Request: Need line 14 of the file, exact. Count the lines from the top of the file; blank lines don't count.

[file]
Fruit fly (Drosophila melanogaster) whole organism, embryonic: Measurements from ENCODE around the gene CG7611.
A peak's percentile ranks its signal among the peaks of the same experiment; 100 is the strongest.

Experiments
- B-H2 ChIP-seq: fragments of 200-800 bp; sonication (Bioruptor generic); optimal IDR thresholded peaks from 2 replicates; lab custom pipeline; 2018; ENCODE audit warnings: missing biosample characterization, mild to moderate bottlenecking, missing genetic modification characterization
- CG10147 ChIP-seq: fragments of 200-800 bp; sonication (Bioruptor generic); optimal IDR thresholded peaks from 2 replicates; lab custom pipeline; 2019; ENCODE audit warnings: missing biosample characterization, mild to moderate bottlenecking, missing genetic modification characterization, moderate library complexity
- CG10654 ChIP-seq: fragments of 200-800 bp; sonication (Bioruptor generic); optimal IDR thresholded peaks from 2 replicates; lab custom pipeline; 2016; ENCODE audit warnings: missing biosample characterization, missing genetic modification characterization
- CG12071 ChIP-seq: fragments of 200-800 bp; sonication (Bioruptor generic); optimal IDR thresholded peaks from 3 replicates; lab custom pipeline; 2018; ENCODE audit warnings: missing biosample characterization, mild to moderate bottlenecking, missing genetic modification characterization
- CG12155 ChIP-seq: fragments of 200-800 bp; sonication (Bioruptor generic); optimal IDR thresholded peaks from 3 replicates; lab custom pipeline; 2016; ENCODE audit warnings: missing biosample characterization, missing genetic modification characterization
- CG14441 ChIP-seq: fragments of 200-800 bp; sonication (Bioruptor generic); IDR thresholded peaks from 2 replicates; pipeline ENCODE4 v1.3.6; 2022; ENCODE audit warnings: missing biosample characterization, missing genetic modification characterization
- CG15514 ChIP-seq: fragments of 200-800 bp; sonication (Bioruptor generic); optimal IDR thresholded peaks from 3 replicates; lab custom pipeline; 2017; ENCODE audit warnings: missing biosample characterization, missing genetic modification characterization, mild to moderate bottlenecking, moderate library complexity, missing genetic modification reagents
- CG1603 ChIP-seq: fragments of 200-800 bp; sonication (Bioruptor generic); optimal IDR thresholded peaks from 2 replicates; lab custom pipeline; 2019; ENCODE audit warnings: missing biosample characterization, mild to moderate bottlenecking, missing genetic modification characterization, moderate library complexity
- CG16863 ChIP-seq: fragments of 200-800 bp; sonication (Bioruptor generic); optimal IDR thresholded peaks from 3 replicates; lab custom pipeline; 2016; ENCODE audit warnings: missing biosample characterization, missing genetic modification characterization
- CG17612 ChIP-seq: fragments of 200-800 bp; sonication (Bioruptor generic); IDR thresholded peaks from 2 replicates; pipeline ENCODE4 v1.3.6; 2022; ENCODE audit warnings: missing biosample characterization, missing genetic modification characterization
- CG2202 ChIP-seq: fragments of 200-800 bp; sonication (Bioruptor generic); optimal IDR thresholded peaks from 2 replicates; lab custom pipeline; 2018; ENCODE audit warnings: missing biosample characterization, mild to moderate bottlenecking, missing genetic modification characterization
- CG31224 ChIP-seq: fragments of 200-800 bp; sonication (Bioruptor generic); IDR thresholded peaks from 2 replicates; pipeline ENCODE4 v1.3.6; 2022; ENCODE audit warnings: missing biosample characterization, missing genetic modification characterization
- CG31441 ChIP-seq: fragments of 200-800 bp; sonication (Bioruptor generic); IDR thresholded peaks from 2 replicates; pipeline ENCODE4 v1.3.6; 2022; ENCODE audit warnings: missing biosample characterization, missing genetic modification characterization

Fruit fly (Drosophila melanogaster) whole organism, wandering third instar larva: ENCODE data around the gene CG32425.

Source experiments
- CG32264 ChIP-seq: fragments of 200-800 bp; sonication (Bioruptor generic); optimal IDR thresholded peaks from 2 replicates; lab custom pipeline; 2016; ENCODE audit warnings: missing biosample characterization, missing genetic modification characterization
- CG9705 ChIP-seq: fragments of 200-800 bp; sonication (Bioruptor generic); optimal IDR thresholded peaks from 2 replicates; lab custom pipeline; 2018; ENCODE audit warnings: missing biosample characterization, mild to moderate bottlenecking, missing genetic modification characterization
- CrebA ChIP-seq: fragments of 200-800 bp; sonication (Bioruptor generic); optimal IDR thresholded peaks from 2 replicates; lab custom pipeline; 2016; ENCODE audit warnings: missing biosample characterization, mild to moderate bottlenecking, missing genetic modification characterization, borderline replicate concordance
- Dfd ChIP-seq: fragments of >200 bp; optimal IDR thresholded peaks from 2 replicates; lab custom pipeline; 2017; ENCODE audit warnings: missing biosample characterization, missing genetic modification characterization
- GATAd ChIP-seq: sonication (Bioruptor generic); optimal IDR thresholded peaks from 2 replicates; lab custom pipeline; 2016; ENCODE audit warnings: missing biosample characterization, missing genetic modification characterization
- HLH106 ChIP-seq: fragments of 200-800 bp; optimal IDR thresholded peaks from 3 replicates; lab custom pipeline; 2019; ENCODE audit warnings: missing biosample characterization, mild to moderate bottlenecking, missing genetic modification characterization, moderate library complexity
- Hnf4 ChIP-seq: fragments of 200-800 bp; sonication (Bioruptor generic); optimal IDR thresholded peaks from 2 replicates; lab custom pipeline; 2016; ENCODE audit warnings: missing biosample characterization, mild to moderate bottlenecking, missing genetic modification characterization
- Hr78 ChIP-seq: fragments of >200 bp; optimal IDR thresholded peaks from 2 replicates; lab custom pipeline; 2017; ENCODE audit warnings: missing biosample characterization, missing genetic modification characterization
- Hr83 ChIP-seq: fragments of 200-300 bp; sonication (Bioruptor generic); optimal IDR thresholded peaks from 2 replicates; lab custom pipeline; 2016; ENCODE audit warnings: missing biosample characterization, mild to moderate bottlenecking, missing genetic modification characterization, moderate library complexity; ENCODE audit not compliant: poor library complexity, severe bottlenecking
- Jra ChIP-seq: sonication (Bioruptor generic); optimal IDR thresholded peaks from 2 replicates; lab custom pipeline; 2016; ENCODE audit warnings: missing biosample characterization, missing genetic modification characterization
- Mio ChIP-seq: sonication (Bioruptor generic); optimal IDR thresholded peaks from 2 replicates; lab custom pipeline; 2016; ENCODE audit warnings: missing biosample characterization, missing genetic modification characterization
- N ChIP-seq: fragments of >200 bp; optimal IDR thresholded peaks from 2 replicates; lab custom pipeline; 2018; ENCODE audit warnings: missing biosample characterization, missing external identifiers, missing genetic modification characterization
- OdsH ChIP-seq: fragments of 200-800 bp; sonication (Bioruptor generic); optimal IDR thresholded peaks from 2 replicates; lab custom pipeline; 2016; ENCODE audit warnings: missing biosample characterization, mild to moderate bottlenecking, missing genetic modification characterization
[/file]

- CG2202 ChIP-seq: fragments of 200-800 bp; sonication (Bioruptor generic); optimal IDR thresholded peaks from 2 replicates; lab custom pipeline; 2018; ENCODE audit warnings: missing biosample characterization, mild to moderate bottlenecking, missing genetic modification characterization